The University received a grant from Connecticut (CT) Humanities to plan an exhibit showcasing the history of the Van Vleck Observatory, which will celebrate its centennial in 2016. The exhibit is titled “Under Connecticut Skies.”
The grant, totaling $15,000, was matched by the University to fund the upcoming exhibit and was further accompanied by a $20,000 grant from the Space Telescope Science Institute. However, the second grant is not directly linked to “Under Connecticut Skies,” but will be used to produce a separate exhibit about the Observatory’s guest book, which holds signatures from many famous figures in the astronomy field.
Alongside the preparation of the two exhibits, the University is also currently restoring the nearly one hundred-year-old 20” telescope in the main dome of the Observatory and hopes to have it ready for observation on the 100th anniversary of the facility’s dedication on June 16, 2016.
John Monroe Van Vleck Professor of Astronomy William Herbst wrote about the basics of the plan as it stands and the motivation behind it in an email to The Argus.
“We are excited to have an historical study of the Astronomy Department and the Van Vleck Observatory undertaken 100 years after its founding in 1916,” Herbst wrote. “This will lead to a virtual and actual exhibit which will tell the story of [the University’s] role in astronomy research and education during the last century. It will also include contributions from Connecticut citizens…whose activities and contributions were fostered by their connection with the Observatory. There will be a permanent exhibit in our library that should serve our department, our students, the University and the Greater Hartford Community for decades to come.”
Assistant Professor of Astronomy Seth Redfield commented on the motive behind establishing the exhibit, arguing that it is a good way to expand public outreach beyond the various public viewing nights already offered and the University’s relationship with the Greater Hartford Astronomical Society.
“We have a long history of public outreach that mostly involves looking into the sky through the telescopes at public viewing nights throughout the semester every Wednesday night,” Redfield said. “But if it’s cloudy, or if you’re just looking for something else to do while you’re here at the observatory, there’s all these interesting artifacts [which] are not presented in an accessible way…. We’d like to celebrate our centennial and, in the process, develop an exhibit we can use for years to come to make the Observatory accessible, rain or shine.”
Herbst commented on the place of the Van Vleck Observatory in astronomical history, stating that it has long been a center of important research and a magnet for astronomy notables.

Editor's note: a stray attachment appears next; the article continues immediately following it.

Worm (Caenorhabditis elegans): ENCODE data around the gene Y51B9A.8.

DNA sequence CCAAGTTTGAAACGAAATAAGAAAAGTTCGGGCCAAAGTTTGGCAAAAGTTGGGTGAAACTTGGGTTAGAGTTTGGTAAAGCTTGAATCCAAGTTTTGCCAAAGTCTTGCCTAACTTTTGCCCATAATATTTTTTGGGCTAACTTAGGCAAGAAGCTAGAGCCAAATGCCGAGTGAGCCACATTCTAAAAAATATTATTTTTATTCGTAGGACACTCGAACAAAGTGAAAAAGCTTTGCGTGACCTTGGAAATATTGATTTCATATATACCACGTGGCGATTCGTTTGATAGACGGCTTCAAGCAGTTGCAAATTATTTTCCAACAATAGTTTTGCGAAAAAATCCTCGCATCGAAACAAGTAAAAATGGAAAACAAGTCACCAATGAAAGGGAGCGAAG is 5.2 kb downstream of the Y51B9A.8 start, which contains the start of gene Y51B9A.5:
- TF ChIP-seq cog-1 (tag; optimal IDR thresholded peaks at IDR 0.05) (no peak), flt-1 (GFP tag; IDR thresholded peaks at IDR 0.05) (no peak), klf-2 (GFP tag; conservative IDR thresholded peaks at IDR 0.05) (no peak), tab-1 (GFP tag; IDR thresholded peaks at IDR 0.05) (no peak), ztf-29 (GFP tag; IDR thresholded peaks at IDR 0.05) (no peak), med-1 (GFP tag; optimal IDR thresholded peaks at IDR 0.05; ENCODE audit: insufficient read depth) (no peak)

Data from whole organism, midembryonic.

“One can see from all the famous people who signed our visitor’s book, that Van Vleck has been a key center for astronomy in the [Northeast] since its founding,” Herbst wrote. “Almost every famous astronomer, from Edwin Hubble [to] Nobel Laureate Adam Riess, has visited us at some point. Our Van Vleck refractor is famous for its contributions to distance measurements of nearby stars…. Our faculty have made contributions in many fields of astronomy including star and planet formation, galaxies and black holes, exoplanets, and radio astronomy.”
Assistant Professor of History Paul Erickson is currently arranging a team of interns who will look through the observatory archives and conduct interviews with former astronomers and members of the Greater Hartford Astronomical Society this summer.
“I’m very interested in the stories of the individuals who did the invisible work…behind the production of astronomical knowledge,” Erickson said. “These tended to not be professional astronomers, but actually technical personnel, and, in at least one case, a departmental secretary, and they played a very key role in making astronomy work. [Astronomy is] much older than any of the older sciences that exist as we know them today…. It’s interesting to see how it reinvents itself…. It’s a very, very different world from the early 20th century, where calculation and computation was a sweat-soaked activity.”
Redfield spoke to the importance of illustrating the history of the science, as it provides context and inspiration to other astronomers.
“Science, as it’s presented to students and as we read about it, is very cleaned and trimmed down,” Redfield said. “It…seems like science occurs in a very simple, straightforward way, and that’s not how science is done at all. It’s a very confusing and messy process…and it’s only over time, with work from many scientists doing many different kinds of experiments on the same topic, [that] a cohesive idea comes out. We celebrate those people…but…it’s really an effort that involves a lot of people…and I think we can get at some of that by looking at the guest book and the other artifacts that we have here at the observatory.”
Erickson stated that the exhibits would inspire and enable future research into the history of astronomy.
“Another benefit of this, I hope, for the University, is that by having students involved in this project and by producing an organized collection of material relating to the history of the observatory, it will help students get involved in writing about this kind of history,” Erickson said. “Hopefully it will result in things like senior theses and also the raw material for future work on the history of astronomy by students.”
Redfield summarized the promise of the exhibits, saying that they would bring much deserved attention to the past and present of a storied site.
“Both the ‘Under the Skies’ project and the guest book project are focused on the history of the observatory and learning how the Van Vleck Observatory fits into the network of science throughout the 20th century and into the 21st century,” Redfield said.